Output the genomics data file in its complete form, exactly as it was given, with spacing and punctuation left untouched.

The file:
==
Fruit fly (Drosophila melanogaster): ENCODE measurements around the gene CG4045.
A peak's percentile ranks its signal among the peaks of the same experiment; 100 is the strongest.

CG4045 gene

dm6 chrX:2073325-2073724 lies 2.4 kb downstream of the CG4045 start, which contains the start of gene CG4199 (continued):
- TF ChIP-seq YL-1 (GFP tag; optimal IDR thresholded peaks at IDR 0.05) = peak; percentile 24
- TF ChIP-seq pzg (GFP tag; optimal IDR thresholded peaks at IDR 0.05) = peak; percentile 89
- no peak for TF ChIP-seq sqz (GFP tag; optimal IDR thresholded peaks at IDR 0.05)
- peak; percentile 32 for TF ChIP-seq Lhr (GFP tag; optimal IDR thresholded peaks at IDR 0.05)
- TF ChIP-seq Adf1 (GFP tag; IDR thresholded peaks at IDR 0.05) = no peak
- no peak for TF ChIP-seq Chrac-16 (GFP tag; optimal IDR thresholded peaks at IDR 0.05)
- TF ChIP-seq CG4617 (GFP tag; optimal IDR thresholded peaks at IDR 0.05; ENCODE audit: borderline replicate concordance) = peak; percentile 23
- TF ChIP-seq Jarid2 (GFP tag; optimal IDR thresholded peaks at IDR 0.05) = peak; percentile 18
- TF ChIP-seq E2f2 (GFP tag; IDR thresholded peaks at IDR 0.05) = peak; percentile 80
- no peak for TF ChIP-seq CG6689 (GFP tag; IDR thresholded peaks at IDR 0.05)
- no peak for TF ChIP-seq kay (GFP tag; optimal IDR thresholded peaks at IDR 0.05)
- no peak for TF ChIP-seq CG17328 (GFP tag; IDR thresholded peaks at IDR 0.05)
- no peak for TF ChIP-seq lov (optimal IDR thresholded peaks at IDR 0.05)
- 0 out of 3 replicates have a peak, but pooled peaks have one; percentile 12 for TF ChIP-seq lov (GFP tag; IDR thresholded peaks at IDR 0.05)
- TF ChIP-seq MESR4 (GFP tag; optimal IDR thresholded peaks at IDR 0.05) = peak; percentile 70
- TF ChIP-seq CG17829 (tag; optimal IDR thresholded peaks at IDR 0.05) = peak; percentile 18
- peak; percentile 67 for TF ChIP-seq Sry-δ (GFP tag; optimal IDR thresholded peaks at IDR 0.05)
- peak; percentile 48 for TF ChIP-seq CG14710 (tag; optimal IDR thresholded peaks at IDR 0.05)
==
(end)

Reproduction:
Fruit fly (Drosophila melanogaster): ENCODE measurements around the gene CG4045.
A peak's percentile ranks its signal among the peaks of the same experiment; 100 is the strongest.

CG4045 gene

dm6 chrX:2073325-2073724 lies 2.4 kb downstream of the CG4045 start, which contains the start of gene CG4199 (continued):
- TF ChIP-seq YL-1 (GFP tag; optimal IDR thresholded peaks at IDR 0.05) = peak; percentile 24
- TF ChIP-seq pzg (GFP tag; optimal IDR thresholded peaks at IDR 0.05) = peak; percentile 89
- no peak for TF ChIP-seq sqz (GFP tag; optimal IDR thresholded peaks at IDR 0.05)
- peak; percentile 32 for TF ChIP-seq Lhr (GFP tag; optimal IDR thresholded peaks at IDR 0.05)
- TF ChIP-seq Adf1 (GFP tag; IDR thresholded peaks at IDR 0.05) = no peak
- no peak for TF ChIP-seq Chrac-16 (GFP tag; optimal IDR thresholded peaks at IDR 0.05)
- TF ChIP-seq CG4617 (GFP tag; optimal IDR thresholded peaks at IDR 0.05; ENCODE audit: borderline replicate concordance) = peak; percentile 23
- TF ChIP-seq Jarid2 (GFP tag; optimal IDR thresholded peaks at IDR 0.05) = peak; percentile 18
- TF ChIP-seq E2f2 (GFP tag; IDR thresholded peaks at IDR 0.05) = peak; percentile 80
- no peak for TF ChIP-seq CG6689 (GFP tag; IDR thresholded peaks at IDR 0.05)
- no peak for TF ChIP-seq kay (GFP tag; optimal IDR thresholded peaks at IDR 0.05)
- no peak for TF ChIP-seq CG17328 (GFP tag; IDR thresholded peaks at IDR 0.05)
- no peak for TF ChIP-seq lov (optimal IDR thresholded peaks at IDR 0.05)
- 0 out of 3 replicates have a peak, but pooled peaks have one; percentile 12 for TF ChIP-seq lov (GFP tag; IDR thresholded peaks at IDR 0.05)
- TF ChIP-seq MESR4 (GFP tag; optimal IDR thresholded peaks at IDR 0.05) = peak; percentile 70
- TF ChIP-seq CG17829 (tag; optimal IDR thresholded peaks at IDR 0.05) = peak; percentile 18
- peak; percentile 67 for TF ChIP-seq Sry-δ (GFP tag; optimal IDR thresholded peaks at IDR 0.05)
- peak; percentile 48 for TF ChIP-seq CG14710 (tag; optimal IDR thresholded peaks at IDR 0.05)